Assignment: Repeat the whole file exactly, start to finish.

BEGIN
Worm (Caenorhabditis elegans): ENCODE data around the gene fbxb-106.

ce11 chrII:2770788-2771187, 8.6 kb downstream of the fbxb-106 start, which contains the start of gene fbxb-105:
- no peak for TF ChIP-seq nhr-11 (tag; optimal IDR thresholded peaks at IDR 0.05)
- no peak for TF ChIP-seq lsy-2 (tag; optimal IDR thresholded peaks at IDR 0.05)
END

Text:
Worm (Caenorhabditis elegans): ENCODE data around the gene fbxb-106.

ce11 chrII:2770788-2771187, 8.6 kb downstream of the fbxb-106 start, which contains the start of gene fbxb-105:
- no peak for TF ChIP-seq nhr-11 (tag; optimal IDR thresholded peaks at IDR 0.05)
- no peak for TF ChIP-seq lsy-2 (tag; optimal IDR thresholded peaks at IDR 0.05)